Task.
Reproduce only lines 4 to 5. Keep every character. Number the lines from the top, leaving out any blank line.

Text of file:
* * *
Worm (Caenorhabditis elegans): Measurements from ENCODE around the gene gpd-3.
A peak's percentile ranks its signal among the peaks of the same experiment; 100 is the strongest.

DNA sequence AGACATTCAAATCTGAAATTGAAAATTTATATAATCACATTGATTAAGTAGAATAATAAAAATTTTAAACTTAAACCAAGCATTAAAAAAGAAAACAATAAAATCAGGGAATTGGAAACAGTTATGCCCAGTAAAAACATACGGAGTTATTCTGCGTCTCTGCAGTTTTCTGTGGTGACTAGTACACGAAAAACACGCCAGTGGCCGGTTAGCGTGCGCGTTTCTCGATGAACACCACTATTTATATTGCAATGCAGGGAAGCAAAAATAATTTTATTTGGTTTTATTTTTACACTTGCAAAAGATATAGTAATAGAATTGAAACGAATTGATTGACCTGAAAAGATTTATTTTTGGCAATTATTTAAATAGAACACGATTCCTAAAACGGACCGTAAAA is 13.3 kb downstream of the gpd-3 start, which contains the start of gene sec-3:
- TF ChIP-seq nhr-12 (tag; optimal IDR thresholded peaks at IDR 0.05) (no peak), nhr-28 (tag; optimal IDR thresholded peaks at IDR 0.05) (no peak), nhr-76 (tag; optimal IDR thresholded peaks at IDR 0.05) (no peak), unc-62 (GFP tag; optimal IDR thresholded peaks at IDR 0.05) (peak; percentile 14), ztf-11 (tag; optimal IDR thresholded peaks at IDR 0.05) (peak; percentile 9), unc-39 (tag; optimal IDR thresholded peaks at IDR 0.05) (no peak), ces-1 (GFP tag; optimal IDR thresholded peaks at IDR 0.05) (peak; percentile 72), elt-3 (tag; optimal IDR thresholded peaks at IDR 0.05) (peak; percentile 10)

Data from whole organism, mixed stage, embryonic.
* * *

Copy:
- TF ChIP-seq nhr-12 (tag; optimal IDR thresholded peaks at IDR 0.05) (no peak), nhr-28 (tag; optimal IDR thresholded peaks at IDR 0.05) (no peak), nhr-76 (tag; optimal IDR thresholded peaks at IDR 0.05) (no peak), unc-62 (GFP tag; optimal IDR thresholded peaks at IDR 0.05) (peak; percentile 14), ztf-11 (tag; optimal IDR thresholded peaks at IDR 0.05) (peak; percentile 9), unc-39 (tag; optimal IDR thresholded peaks at IDR 0.05) (no peak), ces-1 (GFP tag; optimal IDR thresholded peaks at IDR 0.05) (peak; percentile 72), elt-3 (tag; optimal IDR thresholded peaks at IDR 0.05) (peak; percentile 10)

Data from whole organism, mixed stage, embryonic.